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The Brontė Sisters

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The Brontė Sisters

Charlotte, Emily and Anne Brontė were the third, fifth and sixth of the six children of an Anglican Priest of Irish descent. The landscape in which the children lived, a small village in the Yorkshire moors, influenced them. It is against this background that both the tragic personal stories of the Brontės and the fictious tragedy of their novels unravel.

Isolation at Haworth (their village) didn't mean lack of ideas or of literary stimulation. In an environment where the imagination was constantly stimulated by nature, the children created a fantasy world, which to them was as real as the outside one.

After a volume of poems written by all three sisters, the Brontė sisters' work met with success. They published three novels: Jane Eyre, by Charlotte, Wuthering Heights, by Emily, and Agnes Grey by Anne. In December of 1484 Emily died of consumption, as did Anne a few months later.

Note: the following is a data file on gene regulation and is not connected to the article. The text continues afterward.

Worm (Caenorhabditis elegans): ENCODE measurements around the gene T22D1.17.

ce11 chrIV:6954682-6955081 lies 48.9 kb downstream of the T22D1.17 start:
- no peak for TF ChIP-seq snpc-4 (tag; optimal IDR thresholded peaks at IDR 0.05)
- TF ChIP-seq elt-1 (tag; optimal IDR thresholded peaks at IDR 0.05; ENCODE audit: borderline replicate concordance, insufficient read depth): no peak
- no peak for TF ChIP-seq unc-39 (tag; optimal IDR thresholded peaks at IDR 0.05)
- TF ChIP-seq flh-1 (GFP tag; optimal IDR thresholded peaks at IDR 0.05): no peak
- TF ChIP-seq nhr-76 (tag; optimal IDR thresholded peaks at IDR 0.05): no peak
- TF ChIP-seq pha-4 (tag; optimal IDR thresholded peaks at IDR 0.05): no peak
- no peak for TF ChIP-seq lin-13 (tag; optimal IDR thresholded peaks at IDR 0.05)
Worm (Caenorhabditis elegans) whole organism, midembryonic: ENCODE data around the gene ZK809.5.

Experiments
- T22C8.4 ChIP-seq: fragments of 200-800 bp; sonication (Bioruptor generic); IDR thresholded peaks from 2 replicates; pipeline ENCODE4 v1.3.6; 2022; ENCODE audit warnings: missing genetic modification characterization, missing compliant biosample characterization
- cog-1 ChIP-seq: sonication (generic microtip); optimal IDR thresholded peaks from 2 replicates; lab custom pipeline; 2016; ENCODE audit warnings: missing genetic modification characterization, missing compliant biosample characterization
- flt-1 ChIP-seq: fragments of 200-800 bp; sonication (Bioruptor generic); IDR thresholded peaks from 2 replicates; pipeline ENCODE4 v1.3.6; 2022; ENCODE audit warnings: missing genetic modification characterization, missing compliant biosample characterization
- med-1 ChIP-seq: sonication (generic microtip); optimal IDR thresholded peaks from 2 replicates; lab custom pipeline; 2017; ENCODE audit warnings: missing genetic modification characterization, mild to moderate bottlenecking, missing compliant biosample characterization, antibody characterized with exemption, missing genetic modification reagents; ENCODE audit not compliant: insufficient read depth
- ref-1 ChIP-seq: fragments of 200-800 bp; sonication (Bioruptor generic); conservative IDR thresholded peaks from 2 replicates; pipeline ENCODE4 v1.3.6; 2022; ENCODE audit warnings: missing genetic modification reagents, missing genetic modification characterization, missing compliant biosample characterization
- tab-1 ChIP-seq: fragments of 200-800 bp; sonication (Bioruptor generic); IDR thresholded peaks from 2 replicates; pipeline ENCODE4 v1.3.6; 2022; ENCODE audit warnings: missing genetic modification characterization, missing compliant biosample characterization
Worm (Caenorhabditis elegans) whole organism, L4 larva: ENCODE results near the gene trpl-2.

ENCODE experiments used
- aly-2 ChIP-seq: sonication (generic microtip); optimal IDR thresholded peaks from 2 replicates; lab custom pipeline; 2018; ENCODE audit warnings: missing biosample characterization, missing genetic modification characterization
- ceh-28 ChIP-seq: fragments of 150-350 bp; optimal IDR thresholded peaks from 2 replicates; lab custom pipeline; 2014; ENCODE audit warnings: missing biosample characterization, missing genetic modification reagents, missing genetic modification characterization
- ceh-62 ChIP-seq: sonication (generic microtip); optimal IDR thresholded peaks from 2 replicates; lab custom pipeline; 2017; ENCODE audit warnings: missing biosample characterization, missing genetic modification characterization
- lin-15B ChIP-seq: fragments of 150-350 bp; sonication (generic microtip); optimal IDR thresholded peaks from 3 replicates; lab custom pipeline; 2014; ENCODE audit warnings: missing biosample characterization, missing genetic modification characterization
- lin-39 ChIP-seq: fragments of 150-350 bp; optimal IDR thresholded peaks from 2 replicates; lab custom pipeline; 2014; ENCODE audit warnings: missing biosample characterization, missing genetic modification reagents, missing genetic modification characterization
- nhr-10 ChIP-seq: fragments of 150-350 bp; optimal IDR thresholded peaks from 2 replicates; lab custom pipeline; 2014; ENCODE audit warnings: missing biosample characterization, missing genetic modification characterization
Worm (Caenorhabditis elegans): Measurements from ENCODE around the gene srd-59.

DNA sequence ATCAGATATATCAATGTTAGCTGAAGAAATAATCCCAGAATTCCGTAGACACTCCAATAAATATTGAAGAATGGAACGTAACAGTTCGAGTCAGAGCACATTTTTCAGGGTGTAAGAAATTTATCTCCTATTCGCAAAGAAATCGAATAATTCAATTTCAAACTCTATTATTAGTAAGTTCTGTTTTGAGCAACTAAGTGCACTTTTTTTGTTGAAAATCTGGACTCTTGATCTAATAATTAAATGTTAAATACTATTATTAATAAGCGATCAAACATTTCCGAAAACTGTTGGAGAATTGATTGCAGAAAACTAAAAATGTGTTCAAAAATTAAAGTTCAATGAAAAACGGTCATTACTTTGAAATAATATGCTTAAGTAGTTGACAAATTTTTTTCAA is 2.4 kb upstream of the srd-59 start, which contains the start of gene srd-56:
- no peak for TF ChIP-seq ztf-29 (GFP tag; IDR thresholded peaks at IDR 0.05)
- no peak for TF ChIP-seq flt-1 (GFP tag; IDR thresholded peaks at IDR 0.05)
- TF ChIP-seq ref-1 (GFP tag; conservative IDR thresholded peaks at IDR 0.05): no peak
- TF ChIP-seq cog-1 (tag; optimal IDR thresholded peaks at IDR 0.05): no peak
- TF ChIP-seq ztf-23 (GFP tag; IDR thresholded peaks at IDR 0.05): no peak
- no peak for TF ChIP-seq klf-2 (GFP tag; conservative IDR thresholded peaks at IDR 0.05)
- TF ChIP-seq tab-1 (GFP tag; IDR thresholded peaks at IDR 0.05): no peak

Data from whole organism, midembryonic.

● Anne (1820 - 1849)

Her works have been considered as written in the shadow of her more gifted sisters. Recent criticism has begun to recognise that Agnes Grey shows a fine balance between plot, characters, and a clear flowing style.

Charlotte (1816 - 1855)

Charlotte survived the other two, enjoying a brief spell of popularity and personal happiness after her marriage to an Anglican priest; she died in childbirth in 1855. She was the real driving force behind the publication of the family's work.

In her best novel, Jane Eyre, Charlotte showed a combination of realistic observation and fine humour with an intensity of feeling and imagination typical of the Romantic Movement.

Emily (1818 - 1848)

Passion and feelings are at their strongest in Emily's works. Her poems show a violent impulse to break through life's conventions, and a desire for a freer world of the spirit; her verses recall the work of Byron and Shelley. The same wild spirit is present in Wuthering Heights, Emily's only novel and one of the most famous in the English language. In it Emily confronts human passions with the requirements of society.


● (From Wuthering Heights)


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